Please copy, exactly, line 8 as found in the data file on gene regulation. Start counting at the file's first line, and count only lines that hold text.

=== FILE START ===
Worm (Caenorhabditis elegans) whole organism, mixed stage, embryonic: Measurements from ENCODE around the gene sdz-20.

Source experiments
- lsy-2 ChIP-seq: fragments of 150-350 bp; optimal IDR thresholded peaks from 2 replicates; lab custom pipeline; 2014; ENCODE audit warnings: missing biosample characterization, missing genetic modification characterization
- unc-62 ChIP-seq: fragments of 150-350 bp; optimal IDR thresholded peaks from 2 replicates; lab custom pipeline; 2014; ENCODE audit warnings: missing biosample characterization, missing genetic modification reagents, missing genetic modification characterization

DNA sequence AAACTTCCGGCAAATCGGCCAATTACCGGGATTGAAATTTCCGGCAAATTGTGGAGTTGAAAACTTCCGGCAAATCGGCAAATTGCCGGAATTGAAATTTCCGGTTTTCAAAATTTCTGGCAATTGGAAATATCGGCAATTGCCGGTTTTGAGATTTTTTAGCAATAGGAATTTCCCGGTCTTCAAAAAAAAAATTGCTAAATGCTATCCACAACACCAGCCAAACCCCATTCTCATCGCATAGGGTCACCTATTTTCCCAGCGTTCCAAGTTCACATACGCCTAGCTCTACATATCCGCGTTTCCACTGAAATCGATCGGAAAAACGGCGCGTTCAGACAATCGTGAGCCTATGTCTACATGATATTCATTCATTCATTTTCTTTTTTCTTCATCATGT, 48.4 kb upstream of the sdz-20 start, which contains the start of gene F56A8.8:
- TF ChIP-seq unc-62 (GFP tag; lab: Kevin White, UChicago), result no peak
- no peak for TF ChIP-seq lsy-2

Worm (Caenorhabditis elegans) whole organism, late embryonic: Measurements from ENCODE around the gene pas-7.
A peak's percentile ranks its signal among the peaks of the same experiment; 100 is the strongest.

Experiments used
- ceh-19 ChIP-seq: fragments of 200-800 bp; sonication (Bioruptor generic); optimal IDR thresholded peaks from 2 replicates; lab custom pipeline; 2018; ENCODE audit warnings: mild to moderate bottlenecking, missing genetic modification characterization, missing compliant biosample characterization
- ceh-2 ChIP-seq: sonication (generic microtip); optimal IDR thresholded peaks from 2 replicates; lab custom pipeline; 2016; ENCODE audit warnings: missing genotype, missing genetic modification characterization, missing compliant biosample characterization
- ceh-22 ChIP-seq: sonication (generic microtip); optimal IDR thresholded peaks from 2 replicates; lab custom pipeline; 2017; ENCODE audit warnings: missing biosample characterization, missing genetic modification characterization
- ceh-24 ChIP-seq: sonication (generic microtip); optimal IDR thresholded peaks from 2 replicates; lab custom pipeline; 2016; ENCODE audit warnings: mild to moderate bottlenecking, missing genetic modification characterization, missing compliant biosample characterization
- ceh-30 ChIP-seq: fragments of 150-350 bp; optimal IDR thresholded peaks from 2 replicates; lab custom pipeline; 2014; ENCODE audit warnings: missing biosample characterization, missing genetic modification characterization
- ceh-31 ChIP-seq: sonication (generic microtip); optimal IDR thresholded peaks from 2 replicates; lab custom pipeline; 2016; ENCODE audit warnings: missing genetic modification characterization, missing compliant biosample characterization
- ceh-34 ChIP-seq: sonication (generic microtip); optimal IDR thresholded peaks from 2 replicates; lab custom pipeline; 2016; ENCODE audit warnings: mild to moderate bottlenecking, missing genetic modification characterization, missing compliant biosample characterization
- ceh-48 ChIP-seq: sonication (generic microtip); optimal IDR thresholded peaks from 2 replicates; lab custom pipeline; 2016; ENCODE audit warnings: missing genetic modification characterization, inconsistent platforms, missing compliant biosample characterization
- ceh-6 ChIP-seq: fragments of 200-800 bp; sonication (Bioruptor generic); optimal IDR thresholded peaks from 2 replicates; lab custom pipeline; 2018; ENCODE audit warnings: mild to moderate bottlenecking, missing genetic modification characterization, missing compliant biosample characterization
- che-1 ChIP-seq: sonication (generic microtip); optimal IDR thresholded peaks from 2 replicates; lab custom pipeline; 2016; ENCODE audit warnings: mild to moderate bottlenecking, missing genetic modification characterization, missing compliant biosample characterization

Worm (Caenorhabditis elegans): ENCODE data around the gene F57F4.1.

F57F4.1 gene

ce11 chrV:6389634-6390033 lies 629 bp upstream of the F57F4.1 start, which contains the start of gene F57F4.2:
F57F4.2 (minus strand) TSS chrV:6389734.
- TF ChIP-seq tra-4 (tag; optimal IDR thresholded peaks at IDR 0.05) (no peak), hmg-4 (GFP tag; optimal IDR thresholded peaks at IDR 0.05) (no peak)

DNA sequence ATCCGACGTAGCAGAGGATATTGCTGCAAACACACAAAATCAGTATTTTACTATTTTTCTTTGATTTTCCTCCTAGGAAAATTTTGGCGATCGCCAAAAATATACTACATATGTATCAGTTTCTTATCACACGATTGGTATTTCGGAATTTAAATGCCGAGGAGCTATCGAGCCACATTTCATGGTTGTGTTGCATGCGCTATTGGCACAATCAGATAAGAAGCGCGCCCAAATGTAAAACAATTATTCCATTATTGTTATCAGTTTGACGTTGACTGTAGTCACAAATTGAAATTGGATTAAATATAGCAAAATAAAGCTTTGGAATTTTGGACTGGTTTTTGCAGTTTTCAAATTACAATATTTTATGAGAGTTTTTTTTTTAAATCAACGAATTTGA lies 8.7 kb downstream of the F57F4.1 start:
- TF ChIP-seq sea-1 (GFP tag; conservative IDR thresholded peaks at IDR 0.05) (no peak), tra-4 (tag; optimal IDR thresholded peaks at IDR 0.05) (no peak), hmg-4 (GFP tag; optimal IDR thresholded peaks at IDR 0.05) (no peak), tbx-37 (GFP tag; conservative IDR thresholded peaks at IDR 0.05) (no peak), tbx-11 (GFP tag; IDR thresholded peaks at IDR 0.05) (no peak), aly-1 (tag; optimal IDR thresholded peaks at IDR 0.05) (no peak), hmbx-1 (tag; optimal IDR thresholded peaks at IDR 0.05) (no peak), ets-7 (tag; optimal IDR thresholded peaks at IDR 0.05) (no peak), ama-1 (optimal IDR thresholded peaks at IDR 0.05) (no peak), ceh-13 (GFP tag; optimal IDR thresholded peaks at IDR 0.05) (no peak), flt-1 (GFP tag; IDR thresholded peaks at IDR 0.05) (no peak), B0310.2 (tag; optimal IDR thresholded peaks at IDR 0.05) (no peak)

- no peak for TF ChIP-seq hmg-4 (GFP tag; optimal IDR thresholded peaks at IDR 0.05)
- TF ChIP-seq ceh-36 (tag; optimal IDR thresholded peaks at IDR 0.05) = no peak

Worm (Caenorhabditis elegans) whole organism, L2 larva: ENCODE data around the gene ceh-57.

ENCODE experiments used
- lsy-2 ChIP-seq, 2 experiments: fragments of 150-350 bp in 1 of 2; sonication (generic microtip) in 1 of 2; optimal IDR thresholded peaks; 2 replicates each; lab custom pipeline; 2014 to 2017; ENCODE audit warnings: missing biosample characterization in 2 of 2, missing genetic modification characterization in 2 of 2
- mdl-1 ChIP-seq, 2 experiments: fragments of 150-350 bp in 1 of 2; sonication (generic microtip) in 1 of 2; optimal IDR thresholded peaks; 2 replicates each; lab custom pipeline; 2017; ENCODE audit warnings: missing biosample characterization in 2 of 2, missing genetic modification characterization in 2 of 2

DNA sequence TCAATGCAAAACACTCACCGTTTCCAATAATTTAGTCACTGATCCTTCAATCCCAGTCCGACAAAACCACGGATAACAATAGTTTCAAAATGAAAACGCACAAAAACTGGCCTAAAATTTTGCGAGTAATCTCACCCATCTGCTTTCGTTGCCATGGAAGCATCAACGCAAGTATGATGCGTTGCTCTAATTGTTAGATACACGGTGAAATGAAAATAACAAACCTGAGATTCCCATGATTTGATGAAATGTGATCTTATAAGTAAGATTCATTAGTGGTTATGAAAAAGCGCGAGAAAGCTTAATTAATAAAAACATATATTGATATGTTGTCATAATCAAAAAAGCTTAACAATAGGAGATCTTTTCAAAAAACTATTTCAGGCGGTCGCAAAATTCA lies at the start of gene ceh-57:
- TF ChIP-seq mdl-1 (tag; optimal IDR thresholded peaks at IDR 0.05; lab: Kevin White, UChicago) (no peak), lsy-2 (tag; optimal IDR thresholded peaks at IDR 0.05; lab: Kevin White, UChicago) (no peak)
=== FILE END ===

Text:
Worm (Caenorhabditis elegans) whole organism, late embryonic: Measurements from ENCODE around the gene pas-7.